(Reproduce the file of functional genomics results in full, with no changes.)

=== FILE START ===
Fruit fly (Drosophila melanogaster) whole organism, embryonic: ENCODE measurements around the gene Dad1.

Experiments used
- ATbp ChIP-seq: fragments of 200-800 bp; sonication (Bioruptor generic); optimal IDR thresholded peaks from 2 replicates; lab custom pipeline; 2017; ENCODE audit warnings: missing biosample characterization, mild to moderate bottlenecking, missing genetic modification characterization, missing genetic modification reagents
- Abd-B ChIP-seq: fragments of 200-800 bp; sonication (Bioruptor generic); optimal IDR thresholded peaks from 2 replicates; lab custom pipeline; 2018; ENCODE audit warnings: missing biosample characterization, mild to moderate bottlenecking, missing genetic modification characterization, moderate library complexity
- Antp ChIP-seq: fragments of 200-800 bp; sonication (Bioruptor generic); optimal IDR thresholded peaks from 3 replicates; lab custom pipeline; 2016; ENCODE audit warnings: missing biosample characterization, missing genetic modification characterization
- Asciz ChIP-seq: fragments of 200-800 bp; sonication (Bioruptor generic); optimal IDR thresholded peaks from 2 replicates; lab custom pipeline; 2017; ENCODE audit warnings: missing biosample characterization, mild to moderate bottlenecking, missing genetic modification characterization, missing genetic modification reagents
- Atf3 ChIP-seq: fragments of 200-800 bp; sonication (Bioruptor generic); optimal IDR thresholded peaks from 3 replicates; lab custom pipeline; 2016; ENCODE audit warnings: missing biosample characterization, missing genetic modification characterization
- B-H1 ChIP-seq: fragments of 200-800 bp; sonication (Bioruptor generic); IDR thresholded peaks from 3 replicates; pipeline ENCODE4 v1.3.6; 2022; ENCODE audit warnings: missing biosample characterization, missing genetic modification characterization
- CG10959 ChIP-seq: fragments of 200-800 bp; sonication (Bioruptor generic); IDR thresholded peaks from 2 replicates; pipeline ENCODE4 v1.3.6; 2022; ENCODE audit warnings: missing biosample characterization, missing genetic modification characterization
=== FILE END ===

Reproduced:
Fruit fly (Drosophila melanogaster) whole organism, embryonic: ENCODE measurements around the gene Dad1.

Experiments used
- ATbp ChIP-seq: fragments of 200-800 bp; sonication (Bioruptor generic); optimal IDR thresholded peaks from 2 replicates; lab custom pipeline; 2017; ENCODE audit warnings: missing biosample characterization, mild to moderate bottlenecking, missing genetic modification characterization, missing genetic modification reagents
- Abd-B ChIP-seq: fragments of 200-800 bp; sonication (Bioruptor generic); optimal IDR thresholded peaks from 2 replicates; lab custom pipeline; 2018; ENCODE audit warnings: missing biosample characterization, mild to moderate bottlenecking, missing genetic modification characterization, moderate library complexity
- Antp ChIP-seq: fragments of 200-800 bp; sonication (Bioruptor generic); optimal IDR thresholded peaks from 3 replicates; lab custom pipeline; 2016; ENCODE audit warnings: missing biosample characterization, missing genetic modification characterization
- Asciz ChIP-seq: fragments of 200-800 bp; sonication (Bioruptor generic); optimal IDR thresholded peaks from 2 replicates; lab custom pipeline; 2017; ENCODE audit warnings: missing biosample characterization, mild to moderate bottlenecking, missing genetic modification characterization, missing genetic modification reagents
- Atf3 ChIP-seq: fragments of 200-800 bp; sonication (Bioruptor generic); optimal IDR thresholded peaks from 3 replicates; lab custom pipeline; 2016; ENCODE audit warnings: missing biosample characterization, missing genetic modification characterization
- B-H1 ChIP-seq: fragments of 200-800 bp; sonication (Bioruptor generic); IDR thresholded peaks from 3 replicates; pipeline ENCODE4 v1.3.6; 2022; ENCODE audit warnings: missing biosample characterization, missing genetic modification characterization
- CG10959 ChIP-seq: fragments of 200-800 bp; sonication (Bioruptor generic); IDR thresholded peaks from 2 replicates; pipeline ENCODE4 v1.3.6; 2022; ENCODE audit warnings: missing biosample characterization, missing genetic modification characterization